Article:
OKLAHOMA CITY (AP) — After his sister was slain and his mother ran into the accused killer, out on bail, in a grocery store a week later, California billionaire Henry Nicholas became a fierce advocate for the rights of crime victims.
He donated millions from his fortune as co-founder of tech giant Broadcom to create a so-called "crime victims' bill of rights"— dubbed Marsy's Law after his slain sister Marsalee — and add it to the state's constitution in 2008.
Now Nicholas is taking his crusade nationwide, with teams of lobbyists, public relations firms and high-powered political strategists converging on other state capitols for a similar push. But while the idea of standing up for crime victims is an easy sell politically, complaints are mounting that the initiative is becoming a testament to the danger of unintended consequences.
Not just defense lawyers, but some local prosecutors, police and victims' advocates are concerned that the law's extensive victim-notification requirements could impose crippling costs and administrative burdens on smaller towns and counties with limited resources. Supporters maintain those complaints are exaggerated and that any increased workload is worth the benefit of helping crime victims.
Still, law enforcement and victims' advocates in some places are calling for its defeat or reversal.
"Our local government does not have enough money to operate and protect victims adequately already. Now we have these unfunded mandates that are coming through Marsy's Law to local governments without the resources to pay for them," said Leo Gallagher, county attorney in Lewis and Clark County, Montana.
Montana passed the measure in 2016, but the state's Supreme Court recently tossed it out citing flaws in how it was written.
Marsy's Law requires that crime victims be notified and heard in most criminal proceedings, receive protection and "full and timely" restitution and be allowed to confer with prosecutors. It also expands victims' privacy rights and prohibits "unreasonable delay" of criminal cases.
The measure has been approved by voters in six states — California, Ohio, Illinois, Montana, North Dakota and South Dakota — and efforts have been launched in at least nine more.
Skeptics are trying to push back.
"When we first heard about it, we thought it was a no-brainer," said Darla Juma, who runs the victims' witness assistance program in two counties in North Dakota, where the ballot measure passed last year. "But there are counties that don't have a victims' advocate, and now they're having to send notices, notify victims. Who's going to pay for that work?"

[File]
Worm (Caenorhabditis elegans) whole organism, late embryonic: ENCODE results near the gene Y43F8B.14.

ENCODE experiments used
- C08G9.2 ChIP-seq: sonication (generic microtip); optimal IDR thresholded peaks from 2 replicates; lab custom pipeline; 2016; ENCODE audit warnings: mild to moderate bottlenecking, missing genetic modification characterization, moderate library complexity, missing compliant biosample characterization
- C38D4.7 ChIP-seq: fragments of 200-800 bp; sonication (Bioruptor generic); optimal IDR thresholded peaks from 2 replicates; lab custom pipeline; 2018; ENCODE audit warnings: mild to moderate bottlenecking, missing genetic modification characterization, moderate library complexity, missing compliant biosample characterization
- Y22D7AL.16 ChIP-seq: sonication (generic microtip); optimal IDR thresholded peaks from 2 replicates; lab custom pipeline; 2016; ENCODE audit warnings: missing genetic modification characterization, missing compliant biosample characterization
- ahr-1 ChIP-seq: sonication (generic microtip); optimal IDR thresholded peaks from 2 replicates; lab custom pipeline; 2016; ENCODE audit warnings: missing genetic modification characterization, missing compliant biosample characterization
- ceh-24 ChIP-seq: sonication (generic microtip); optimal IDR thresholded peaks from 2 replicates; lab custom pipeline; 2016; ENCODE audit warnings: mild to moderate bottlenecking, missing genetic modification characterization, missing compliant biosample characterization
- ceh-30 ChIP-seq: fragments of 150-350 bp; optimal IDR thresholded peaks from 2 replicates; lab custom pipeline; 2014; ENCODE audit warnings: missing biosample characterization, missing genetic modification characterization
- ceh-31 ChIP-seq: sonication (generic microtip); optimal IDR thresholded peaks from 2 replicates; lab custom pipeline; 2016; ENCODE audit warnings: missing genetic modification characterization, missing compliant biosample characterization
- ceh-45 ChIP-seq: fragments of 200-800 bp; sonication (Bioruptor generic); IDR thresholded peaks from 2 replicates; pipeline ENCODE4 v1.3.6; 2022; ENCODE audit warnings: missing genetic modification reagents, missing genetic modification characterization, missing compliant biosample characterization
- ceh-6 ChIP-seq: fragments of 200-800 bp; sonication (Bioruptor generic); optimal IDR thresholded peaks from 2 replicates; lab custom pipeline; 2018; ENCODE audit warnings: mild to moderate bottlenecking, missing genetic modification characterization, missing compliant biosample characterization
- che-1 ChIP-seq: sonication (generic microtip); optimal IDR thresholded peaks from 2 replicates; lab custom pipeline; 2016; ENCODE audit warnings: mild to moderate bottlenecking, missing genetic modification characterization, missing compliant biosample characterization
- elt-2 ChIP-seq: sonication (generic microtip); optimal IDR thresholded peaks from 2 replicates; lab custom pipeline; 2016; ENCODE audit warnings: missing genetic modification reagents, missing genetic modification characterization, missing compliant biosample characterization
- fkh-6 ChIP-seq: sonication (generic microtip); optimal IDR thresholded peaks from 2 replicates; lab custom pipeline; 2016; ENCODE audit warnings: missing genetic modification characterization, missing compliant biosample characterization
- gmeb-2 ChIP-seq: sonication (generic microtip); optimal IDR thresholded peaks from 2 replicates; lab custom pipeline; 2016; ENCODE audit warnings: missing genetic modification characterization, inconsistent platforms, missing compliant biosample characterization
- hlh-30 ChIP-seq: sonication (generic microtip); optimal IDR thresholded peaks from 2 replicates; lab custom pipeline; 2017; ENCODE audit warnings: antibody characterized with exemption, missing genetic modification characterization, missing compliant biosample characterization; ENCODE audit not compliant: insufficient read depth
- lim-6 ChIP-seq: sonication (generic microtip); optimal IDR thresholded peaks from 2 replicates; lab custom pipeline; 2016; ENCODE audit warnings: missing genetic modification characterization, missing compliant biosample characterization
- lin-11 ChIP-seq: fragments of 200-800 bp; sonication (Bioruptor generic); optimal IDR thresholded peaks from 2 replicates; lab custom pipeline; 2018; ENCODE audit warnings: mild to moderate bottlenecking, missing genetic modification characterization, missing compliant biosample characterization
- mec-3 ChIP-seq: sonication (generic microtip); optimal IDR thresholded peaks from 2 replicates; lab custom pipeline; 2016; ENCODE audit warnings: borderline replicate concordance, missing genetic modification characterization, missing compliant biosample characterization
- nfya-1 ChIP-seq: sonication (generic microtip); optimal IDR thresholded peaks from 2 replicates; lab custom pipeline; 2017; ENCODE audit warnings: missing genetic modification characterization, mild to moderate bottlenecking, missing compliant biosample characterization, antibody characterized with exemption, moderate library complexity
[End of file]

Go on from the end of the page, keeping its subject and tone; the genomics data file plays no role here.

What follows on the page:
Some prosecutors complain that the requirements are especially impractical for white collar cases with large numbers of victims, such as securities frauds involving thousands of stockholders.
"You really would clog the system if you're going to give thousands of people the right to be heard at every stage of a proceeding," said Barry Pollack, former president of the National Association of Criminal Defense Lawyers.
Marty Lambert, the top prosecutor in Gallatin County, Montana, the state's third-largest county with about 90,000 residents, said he would have to hire two additional staffers for all the hearing and offender-release notices.
But law enforcement agencies in California, where the law has been in effect the longest, are finding a way to adjust, though not easily.
In that state, "I wouldn't call it a catastrophe," said Robert Weisberg, co-director of the Criminal Justice Center at Stanford University. "I would call it a notable administrative burden."
Supporters of Marsy's Law say there simply isn't any evidence of law enforcement being overwhelmed. Nicholas did not respond to an interview request.
In Oklahoma, where the proposal will appear on the state ballot in 2018, David Prater, the top prosecutor in Oklahoma's largest county, said he's keeping an open mind.
"Anything we can do to allow victims a greater voice in the system and to ensure that their rights are upheld, I think that is very important," Prater said.
Even states that welcomed the law have been amazed by the promotional juggernaut behind it.
In South Dakota, which ranks 46th in population in the U.S., Nicholas spent more than $2 million on consultants, strategists and advertising for the campaign. The amendment was approved in 2016 with nearly 60 percent of the vote, but Republican Speaker of the House Mark Mickelson now says he intends to push for its repeal next year because of the costs.
Nicholas also spent about $2 million in neighboring North Dakota, or about $6 per voter.
In Oklahoma, the proposal sailed through the Legislature this year with the help of nine lobbyists and two public relations companies. Marsy's Law pamphlets were circulated everywhere that crowds formed, even outside football games.
"The real export from California is indeed the whole lobbying operation," said Weisberg, the professor at Stanford. "We've helped birth the creation of a vast industry that knows how to put forth statewide ballot campaigns."
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